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Ann Emerg Med. 2017 Aug;70(2):233-244.e3. doi: 10.1016/j.annemergmed.2017.04.034. Epub 2017 Jun 13.

The Efficacy of Crotalidae Polyvalent Immune Fab (Ovine) Antivenom Versus Placebo Plus Optional Rescue Therapy on Recovery From Copperhead Snake Envenomation: A Randomized, Double-Blind, Placebo-Controlled, Clinical Trial.

Author information

1
Division of Emergency Medicine, Duke University School of Medicine, Durham, NC. Electronic address: Charles.gerardo@duke.edu.
2
Department of Emergency Medicine, University of North Carolina School of Medicine, Chapel Hill, NC.
3
Department of Emergency Services, St Joseph Regional Health Center, Bryan, TX, and Texas A&M University Health Science Center, College Station, TX.
4
Department of Emergency Medicine, Virginia Commonwealth University School of Medicine, Richmond, VA.
5
Section of Emergency Medicine, Baylor College of Medicine, Houston, TX.
6
Department of Surgery, East Carolina University, Greenville, NC.
7
Department of Emergency Medicine, University of Virginia, Charlottesville, VA.
8
Division of Emergency Medicine, Washington University School of Medicine, St. Louis, MO.
9
Department of Emergency Medicine, Augusta University, Augusta, GA.
10
Department of Surgery, Marshall Health, Huntington, WV.
11
Department of Emergency Medicine, University of Texas Southwestern Medical Center, Dallas, TX.
12
Department of Emergency Medicine, East Carolina University Brody School of Medicine, Greenville, NC.
13
BTG International Inc, London, UK.
14
BTG International Inc, West Conshohocken, PA.
15
Rocky Mountain Poison and Drug Center, Denver Health and Hospital Authority, Denver, CO.
16
Department of Emergency Medicine, Denver Health and Hospital Authority, Denver, CO; Rocky Mountain Poison and Drug Center, Denver Health and Hospital Authority, Denver, CO; Department of Emergency Medicine, University of Colorado School of Medicine, Aurora, CO.

Abstract

STUDY OBJECTIVE:

Copperhead snake (Agkistrodon contortrix) envenomation causes limb injury resulting in pain and disability. It is not known whether antivenom administration improves limb function. We determine whether administration of antivenom improves recovery from limb injury in patients envenomated by copperhead snakes.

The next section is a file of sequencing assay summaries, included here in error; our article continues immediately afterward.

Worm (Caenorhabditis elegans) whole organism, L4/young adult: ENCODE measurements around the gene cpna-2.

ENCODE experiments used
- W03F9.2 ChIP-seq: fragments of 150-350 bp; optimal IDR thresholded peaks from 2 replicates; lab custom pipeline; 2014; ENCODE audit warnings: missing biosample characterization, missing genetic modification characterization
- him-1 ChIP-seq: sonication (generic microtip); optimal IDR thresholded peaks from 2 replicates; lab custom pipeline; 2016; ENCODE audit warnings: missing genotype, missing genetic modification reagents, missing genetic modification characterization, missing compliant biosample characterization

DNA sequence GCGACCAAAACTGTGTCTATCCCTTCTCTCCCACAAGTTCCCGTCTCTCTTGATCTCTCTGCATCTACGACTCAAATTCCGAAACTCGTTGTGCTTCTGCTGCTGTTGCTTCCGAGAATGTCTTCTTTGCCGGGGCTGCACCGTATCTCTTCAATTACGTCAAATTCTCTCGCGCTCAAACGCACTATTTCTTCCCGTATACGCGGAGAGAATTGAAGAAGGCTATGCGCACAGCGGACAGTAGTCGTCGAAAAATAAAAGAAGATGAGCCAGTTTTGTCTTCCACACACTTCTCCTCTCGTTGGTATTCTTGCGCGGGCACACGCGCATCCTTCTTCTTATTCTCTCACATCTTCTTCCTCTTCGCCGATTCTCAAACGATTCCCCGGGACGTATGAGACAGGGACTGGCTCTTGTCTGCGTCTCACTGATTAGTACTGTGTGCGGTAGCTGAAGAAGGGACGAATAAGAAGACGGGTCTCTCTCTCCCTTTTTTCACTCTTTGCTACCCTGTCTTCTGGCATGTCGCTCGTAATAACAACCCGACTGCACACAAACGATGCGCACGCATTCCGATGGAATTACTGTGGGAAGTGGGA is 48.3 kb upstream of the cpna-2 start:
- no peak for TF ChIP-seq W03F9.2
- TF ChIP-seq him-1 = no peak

METHODS:

From August 2013 through November 2015, we performed a multicenter, randomized, double-blind, placebo-controlled, clinical trial to evaluate the effect of ovine Crotalidae polyvalent immune Fab (ovine) (CroFab; FabAV) antivenom therapy on recovery of limb function in patients with copperhead snake envenomation at 14 days postenvenomation. The study setting was 18 emergency departments in regions of the United States where copperhead snakes are endemic. Consecutive patients aged 12 years or older with mild- to moderate-severity envenomation received either FabAV or placebo. The primary outcome was limb function 14 days after envenomation, measured by the Patient-Specific Functional Scale. Additional outcomes included the Patient-Specific Functional Scale at other points; the Disorders of the Arm, Shoulder, and Hand, Lower Extremity Functional Scale, and Patient's Global Impression of Change instruments; grip strength; walking speed; quality of life (Patient-Reported Outcomes Measurement Information System Physical Fucntion-10); pain; and analgesic use.

RESULTS:

Seventy-four patients received study drug (45 FabAV, 29 placebo). Mean age was 43 years (range 12 to 86 years). Fifty-three percent were men, 62% had lower extremity envenomation, and 88% had mild initial severity. The primary outcome, the least square mean Patient-Specific Functional Scale score at 14 days postenvenomation, was 8.6 for FabAV-treated subjects and 7.4 for placebo recipients (difference 1.2; 95% confidence interval 0.1 to 2.3; P=.04). Additional outcome assessments generally favored FabAV. More FabAV-treated subjects experienced treatment-emergent adverse events (56% versus 28%), but few were serious (1 in each group).

CONCLUSION:

Treatment with FabAV reduces limb disability measured by the Patient-Specific Functional Scale 14 days after copperhead envenomation.

[Indexed for MEDLINE]
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